"That's the sentiment," laughed Johann. "It is not high treason, it is not lese majeste; it is not a crime; it is a thousand crowns. Votre sante, as the damned French say!" swallowing what was left of the wine. "And then, it is purely patriotic in us," with a deceitful smile.

"The storehouse is yours, and the men. Now tell me how 'tis to be played."

"Where does her Royal Highness go each Thursday evening, accompanied by her eternal cuirassiers, von Mitter and Scharfenstein?"

"Where but to see her old nurse Elizabeth? But two men will not be enough. Von Mitter and Scharfenstein--"

"Will as usual remain at the carriage. But what's to prevent the men from gaining entrance by the rear?--carrying off her Highness that way, passing through the alley and making off, to be a mile away before the cuirassiers even dream of the attempt?"

"After all, I'd rather the duchess."

"We can not all be kings and queens." Johann got up and slapped Stuler familiarly on the shoulder. "Forget not the gold, the yellow gold; little heaps of it to finger, to count, and to spend."

Stuler's eyes gleamed phosphorescently. There was the strain of the ancient marauder in his veins; gold easily gotten. He opened the door, and Johann passed out, swaying. The wine was taking hold of him. He turned into the hall, while Stuler busied himself with the spigots. Some one discovered the spy, and called him by name; it was caught up by others, and there were numerous calls for a speech.

As a socialist Johann was well known about the lower town. Besides, five years gone, he himself had been a student and a brother of freedom. He had fought a dozen successful duels, and finally had been expelled from the university for beating a professor who had objected to his conduct in the presence of ladies. Other ill reports added to his popularity. To be popular in this whimsical world of ours, one has either to be very good or very bad. Johann was not unwilling to speak. Stuler had given him the cue; the cuirassiers. His advice was secretly to arm and hold in readiness. As this was the substance of the other speeches, Johann received his meed of applause.

"And let us not forget the bulldog; let us kill him, too," cried one of the auditors; "the prodigal bulldog, who has lived on our fatted calves."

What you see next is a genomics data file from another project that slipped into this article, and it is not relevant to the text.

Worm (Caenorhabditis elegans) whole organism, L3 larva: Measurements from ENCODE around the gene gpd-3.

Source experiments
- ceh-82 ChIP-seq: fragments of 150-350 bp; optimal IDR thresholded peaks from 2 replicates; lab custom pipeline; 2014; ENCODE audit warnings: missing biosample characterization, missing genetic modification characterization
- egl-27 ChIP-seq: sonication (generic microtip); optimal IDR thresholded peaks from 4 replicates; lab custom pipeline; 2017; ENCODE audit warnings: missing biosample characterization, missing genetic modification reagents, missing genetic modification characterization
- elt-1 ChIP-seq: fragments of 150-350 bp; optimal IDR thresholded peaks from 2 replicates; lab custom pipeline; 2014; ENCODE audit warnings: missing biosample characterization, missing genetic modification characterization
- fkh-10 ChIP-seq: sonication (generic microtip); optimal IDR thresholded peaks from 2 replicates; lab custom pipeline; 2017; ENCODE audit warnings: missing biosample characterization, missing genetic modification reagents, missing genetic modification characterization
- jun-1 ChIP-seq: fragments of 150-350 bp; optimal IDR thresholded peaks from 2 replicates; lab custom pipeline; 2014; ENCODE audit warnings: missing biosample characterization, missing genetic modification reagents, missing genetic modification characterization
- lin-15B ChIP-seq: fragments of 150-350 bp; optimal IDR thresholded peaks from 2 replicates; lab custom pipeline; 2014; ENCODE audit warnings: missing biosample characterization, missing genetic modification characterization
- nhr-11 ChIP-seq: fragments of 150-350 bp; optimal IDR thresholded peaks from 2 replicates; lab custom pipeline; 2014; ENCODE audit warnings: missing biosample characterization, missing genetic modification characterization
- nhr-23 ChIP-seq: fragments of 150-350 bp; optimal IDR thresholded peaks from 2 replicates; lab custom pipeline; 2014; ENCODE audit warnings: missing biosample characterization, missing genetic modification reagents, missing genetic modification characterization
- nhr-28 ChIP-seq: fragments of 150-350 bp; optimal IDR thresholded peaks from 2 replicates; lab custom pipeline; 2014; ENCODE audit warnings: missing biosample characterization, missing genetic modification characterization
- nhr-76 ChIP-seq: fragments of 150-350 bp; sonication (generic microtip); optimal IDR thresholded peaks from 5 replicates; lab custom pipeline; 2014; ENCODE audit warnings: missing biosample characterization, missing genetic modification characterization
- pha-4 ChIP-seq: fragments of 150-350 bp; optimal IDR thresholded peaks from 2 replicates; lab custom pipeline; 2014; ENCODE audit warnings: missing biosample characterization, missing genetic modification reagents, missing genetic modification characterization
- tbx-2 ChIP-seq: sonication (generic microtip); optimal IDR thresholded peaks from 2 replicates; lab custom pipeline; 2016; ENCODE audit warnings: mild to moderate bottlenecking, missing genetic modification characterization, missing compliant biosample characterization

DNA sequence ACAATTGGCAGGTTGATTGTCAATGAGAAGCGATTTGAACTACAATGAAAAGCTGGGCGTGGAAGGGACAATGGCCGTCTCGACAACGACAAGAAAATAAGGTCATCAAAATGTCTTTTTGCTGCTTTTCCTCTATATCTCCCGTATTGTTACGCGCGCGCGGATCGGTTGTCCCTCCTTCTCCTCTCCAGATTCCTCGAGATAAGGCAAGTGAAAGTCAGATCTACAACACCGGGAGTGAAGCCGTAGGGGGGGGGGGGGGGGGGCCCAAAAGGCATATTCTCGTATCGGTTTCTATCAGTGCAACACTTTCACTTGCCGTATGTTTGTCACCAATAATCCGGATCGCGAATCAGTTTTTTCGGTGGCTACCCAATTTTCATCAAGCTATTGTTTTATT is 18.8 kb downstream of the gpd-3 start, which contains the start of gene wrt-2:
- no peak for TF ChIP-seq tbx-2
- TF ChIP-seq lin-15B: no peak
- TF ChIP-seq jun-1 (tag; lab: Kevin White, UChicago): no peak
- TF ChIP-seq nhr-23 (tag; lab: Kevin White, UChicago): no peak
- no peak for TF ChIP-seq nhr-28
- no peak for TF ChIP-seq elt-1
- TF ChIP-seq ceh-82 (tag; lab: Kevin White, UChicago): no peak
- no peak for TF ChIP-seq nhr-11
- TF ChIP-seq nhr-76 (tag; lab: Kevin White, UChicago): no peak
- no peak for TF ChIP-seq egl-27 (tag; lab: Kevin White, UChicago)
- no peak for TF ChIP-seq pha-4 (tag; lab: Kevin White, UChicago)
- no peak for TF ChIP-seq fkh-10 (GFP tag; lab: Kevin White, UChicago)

This was unanimously adopted. The bulldog was not understood; and he smacked of the English. Then, too, the bulldog roamed too freely in the royal enclosures; and, until late years, trespassers fared badly. The students considered that their privileges extended everywhere; the dog, not being conversant with these privileges, took that side which in law is called the benefit of a doubt.

After his speech Johann retired to the bar-room. What he desired most of all was a replenished purse. Popular he was; but the students knew his failings, among which stood prominently that of a forgetful borrower. They would buy him drinks, clothes and food, if need be, but they would not lend him a stiver. And he could not borrow from Stuler, whose law was only to trust. Johann gambled, and wine always brought back the mad fever for play. The night before he had lost rather heavily, and he wanted to recover his losses. Rouge-et-noir had pinched him; he would be revenged on the roulette. All day long combinations and numbers danced before his eyes. He had devised several plans by which to raise money, but these had fallen through. Suddenly he smiled, and beckoned to Stuler.

"Stuler, how much will you advance me," he asked, "on a shotgun worth one hundred crowns?"

"A shotgun worth one hundred crowns? Ten."

Johann made a negative gesture. "Fifty or none. You can sell it for seventy-five in the morning. So could I, only I want the money to-night."

"If you want wine--" began Stuler.

"I want money."

Stuler scratched his nose. "Bring the gun to me. If it is worth what you say, I'll see what I can do."